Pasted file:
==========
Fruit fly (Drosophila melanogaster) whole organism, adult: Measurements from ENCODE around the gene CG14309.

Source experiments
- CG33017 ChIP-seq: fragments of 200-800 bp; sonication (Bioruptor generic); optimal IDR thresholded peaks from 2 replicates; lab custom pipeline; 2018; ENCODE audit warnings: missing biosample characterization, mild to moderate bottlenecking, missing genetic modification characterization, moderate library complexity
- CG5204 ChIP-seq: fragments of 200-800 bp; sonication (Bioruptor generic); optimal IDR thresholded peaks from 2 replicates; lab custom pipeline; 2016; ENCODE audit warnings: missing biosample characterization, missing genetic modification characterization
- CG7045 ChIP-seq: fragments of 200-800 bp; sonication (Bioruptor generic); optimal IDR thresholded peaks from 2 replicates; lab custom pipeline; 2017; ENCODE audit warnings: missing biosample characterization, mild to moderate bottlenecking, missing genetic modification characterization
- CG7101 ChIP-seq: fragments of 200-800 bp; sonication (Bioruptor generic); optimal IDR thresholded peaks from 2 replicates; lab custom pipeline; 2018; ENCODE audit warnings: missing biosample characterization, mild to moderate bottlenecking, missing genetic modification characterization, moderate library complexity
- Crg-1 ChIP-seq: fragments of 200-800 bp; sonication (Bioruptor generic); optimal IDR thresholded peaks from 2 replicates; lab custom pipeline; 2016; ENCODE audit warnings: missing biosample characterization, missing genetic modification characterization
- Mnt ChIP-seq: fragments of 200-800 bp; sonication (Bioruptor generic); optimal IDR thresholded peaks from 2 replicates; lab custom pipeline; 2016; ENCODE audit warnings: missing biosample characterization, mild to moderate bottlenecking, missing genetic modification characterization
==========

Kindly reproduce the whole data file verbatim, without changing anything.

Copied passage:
Fruit fly (Drosophila melanogaster) whole organism, adult: Measurements from ENCODE around the gene CG14309.

Source experiments
- CG33017 ChIP-seq: fragments of 200-800 bp; sonication (Bioruptor generic); optimal IDR thresholded peaks from 2 replicates; lab custom pipeline; 2018; ENCODE audit warnings: missing biosample characterization, mild to moderate bottlenecking, missing genetic modification characterization, moderate library complexity
- CG5204 ChIP-seq: fragments of 200-800 bp; sonication (Bioruptor generic); optimal IDR thresholded peaks from 2 replicates; lab custom pipeline; 2016; ENCODE audit warnings: missing biosample characterization, missing genetic modification characterization
- CG7045 ChIP-seq: fragments of 200-800 bp; sonication (Bioruptor generic); optimal IDR thresholded peaks from 2 replicates; lab custom pipeline; 2017; ENCODE audit warnings: missing biosample characterization, mild to moderate bottlenecking, missing genetic modification characterization
- CG7101 ChIP-seq: fragments of 200-800 bp; sonication (Bioruptor generic); optimal IDR thresholded peaks from 2 replicates; lab custom pipeline; 2018; ENCODE audit warnings: missing biosample characterization, mild to moderate bottlenecking, missing genetic modification characterization, moderate library complexity
- Crg-1 ChIP-seq: fragments of 200-800 bp; sonication (Bioruptor generic); optimal IDR thresholded peaks from 2 replicates; lab custom pipeline; 2016; ENCODE audit warnings: missing biosample characterization, missing genetic modification characterization
- Mnt ChIP-seq: fragments of 200-800 bp; sonication (Bioruptor generic); optimal IDR thresholded peaks from 2 replicates; lab custom pipeline; 2016; ENCODE audit warnings: missing biosample characterization, mild to moderate bottlenecking, missing genetic modification characterization